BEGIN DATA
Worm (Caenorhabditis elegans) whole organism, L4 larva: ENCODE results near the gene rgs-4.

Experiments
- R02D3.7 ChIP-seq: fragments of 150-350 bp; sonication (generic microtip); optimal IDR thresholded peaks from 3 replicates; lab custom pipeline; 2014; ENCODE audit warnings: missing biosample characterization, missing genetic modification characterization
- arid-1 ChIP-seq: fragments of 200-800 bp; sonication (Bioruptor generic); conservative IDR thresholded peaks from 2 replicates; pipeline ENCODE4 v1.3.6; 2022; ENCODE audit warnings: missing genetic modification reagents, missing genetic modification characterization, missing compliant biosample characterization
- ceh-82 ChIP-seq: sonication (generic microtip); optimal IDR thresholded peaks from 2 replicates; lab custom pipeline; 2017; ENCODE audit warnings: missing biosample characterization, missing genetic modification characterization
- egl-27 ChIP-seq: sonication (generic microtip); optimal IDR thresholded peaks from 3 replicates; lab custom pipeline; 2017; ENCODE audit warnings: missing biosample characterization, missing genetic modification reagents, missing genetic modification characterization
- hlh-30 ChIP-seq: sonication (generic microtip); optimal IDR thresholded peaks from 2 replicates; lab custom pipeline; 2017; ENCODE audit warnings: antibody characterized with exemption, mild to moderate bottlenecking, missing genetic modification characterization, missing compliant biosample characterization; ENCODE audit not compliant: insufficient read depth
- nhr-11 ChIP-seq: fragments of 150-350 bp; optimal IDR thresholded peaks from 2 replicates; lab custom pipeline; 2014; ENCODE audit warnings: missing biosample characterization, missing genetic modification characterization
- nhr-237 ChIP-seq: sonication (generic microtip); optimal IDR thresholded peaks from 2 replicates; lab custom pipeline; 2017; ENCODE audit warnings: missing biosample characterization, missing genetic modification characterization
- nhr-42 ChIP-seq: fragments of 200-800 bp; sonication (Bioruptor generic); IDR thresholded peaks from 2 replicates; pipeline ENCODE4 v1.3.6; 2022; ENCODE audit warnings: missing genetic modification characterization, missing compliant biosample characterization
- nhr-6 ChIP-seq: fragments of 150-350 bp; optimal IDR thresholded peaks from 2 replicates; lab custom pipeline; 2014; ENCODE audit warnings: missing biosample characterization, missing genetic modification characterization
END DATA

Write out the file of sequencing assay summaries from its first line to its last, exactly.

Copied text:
Worm (Caenorhabditis elegans) whole organism, L4 larva: ENCODE results near the gene rgs-4.

Experiments
- R02D3.7 ChIP-seq: fragments of 150-350 bp; sonication (generic microtip); optimal IDR thresholded peaks from 3 replicates; lab custom pipeline; 2014; ENCODE audit warnings: missing biosample characterization, missing genetic modification characterization
- arid-1 ChIP-seq: fragments of 200-800 bp; sonication (Bioruptor generic); conservative IDR thresholded peaks from 2 replicates; pipeline ENCODE4 v1.3.6; 2022; ENCODE audit warnings: missing genetic modification reagents, missing genetic modification characterization, missing compliant biosample characterization
- ceh-82 ChIP-seq: sonication (generic microtip); optimal IDR thresholded peaks from 2 replicates; lab custom pipeline; 2017; ENCODE audit warnings: missing biosample characterization, missing genetic modification characterization
- egl-27 ChIP-seq: sonication (generic microtip); optimal IDR thresholded peaks from 3 replicates; lab custom pipeline; 2017; ENCODE audit warnings: missing biosample characterization, missing genetic modification reagents, missing genetic modification characterization
- hlh-30 ChIP-seq: sonication (generic microtip); optimal IDR thresholded peaks from 2 replicates; lab custom pipeline; 2017; ENCODE audit warnings: antibody characterized with exemption, mild to moderate bottlenecking, missing genetic modification characterization, missing compliant biosample characterization; ENCODE audit not compliant: insufficient read depth
- nhr-11 ChIP-seq: fragments of 150-350 bp; optimal IDR thresholded peaks from 2 replicates; lab custom pipeline; 2014; ENCODE audit warnings: missing biosample characterization, missing genetic modification characterization
- nhr-237 ChIP-seq: sonication (generic microtip); optimal IDR thresholded peaks from 2 replicates; lab custom pipeline; 2017; ENCODE audit warnings: missing biosample characterization, missing genetic modification characterization
- nhr-42 ChIP-seq: fragments of 200-800 bp; sonication (Bioruptor generic); IDR thresholded peaks from 2 replicates; pipeline ENCODE4 v1.3.6; 2022; ENCODE audit warnings: missing genetic modification characterization, missing compliant biosample characterization
- nhr-6 ChIP-seq: fragments of 150-350 bp; optimal IDR thresholded peaks from 2 replicates; lab custom pipeline; 2014; ENCODE audit warnings: missing biosample characterization, missing genetic modification characterization